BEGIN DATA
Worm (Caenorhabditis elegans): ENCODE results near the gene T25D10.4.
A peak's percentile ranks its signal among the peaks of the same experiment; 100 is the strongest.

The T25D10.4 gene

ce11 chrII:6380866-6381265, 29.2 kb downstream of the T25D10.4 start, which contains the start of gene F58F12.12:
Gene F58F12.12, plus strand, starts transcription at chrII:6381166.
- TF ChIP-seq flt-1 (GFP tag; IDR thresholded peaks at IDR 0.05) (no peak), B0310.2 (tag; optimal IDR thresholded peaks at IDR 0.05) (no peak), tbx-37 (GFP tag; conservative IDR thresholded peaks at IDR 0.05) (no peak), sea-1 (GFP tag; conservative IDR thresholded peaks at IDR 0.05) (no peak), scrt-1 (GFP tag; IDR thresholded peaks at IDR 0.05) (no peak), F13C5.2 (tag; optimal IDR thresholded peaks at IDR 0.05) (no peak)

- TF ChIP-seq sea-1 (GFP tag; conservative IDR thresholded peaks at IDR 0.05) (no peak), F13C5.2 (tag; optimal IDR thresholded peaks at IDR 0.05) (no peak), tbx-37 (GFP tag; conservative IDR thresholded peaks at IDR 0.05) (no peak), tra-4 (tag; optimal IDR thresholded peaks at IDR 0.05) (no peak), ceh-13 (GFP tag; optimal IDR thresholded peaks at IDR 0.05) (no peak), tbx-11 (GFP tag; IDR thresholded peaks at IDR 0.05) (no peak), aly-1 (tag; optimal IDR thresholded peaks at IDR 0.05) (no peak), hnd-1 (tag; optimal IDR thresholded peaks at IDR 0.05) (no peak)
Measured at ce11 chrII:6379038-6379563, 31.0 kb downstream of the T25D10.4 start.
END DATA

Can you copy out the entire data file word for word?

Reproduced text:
Worm (Caenorhabditis elegans): ENCODE results near the gene T25D10.4.
A peak's percentile ranks its signal among the peaks of the same experiment; 100 is the strongest.

The T25D10.4 gene

ce11 chrII:6380866-6381265, 29.2 kb downstream of the T25D10.4 start, which contains the start of gene F58F12.12:
Gene F58F12.12, plus strand, starts transcription at chrII:6381166.
- TF ChIP-seq flt-1 (GFP tag; IDR thresholded peaks at IDR 0.05) (no peak), B0310.2 (tag; optimal IDR thresholded peaks at IDR 0.05) (no peak), tbx-37 (GFP tag; conservative IDR thresholded peaks at IDR 0.05) (no peak), sea-1 (GFP tag; conservative IDR thresholded peaks at IDR 0.05) (no peak), scrt-1 (GFP tag; IDR thresholded peaks at IDR 0.05) (no peak), F13C5.2 (tag; optimal IDR thresholded peaks at IDR 0.05) (no peak)

- TF ChIP-seq sea-1 (GFP tag; conservative IDR thresholded peaks at IDR 0.05) (no peak), F13C5.2 (tag; optimal IDR thresholded peaks at IDR 0.05) (no peak), tbx-37 (GFP tag; conservative IDR thresholded peaks at IDR 0.05) (no peak), tra-4 (tag; optimal IDR thresholded peaks at IDR 0.05) (no peak), ceh-13 (GFP tag; optimal IDR thresholded peaks at IDR 0.05) (no peak), tbx-11 (GFP tag; IDR thresholded peaks at IDR 0.05) (no peak), aly-1 (tag; optimal IDR thresholded peaks at IDR 0.05) (no peak), hnd-1 (tag; optimal IDR thresholded peaks at IDR 0.05) (no peak)
Measured at ce11 chrII:6379038-6379563, 31.0 kb downstream of the T25D10.4 start.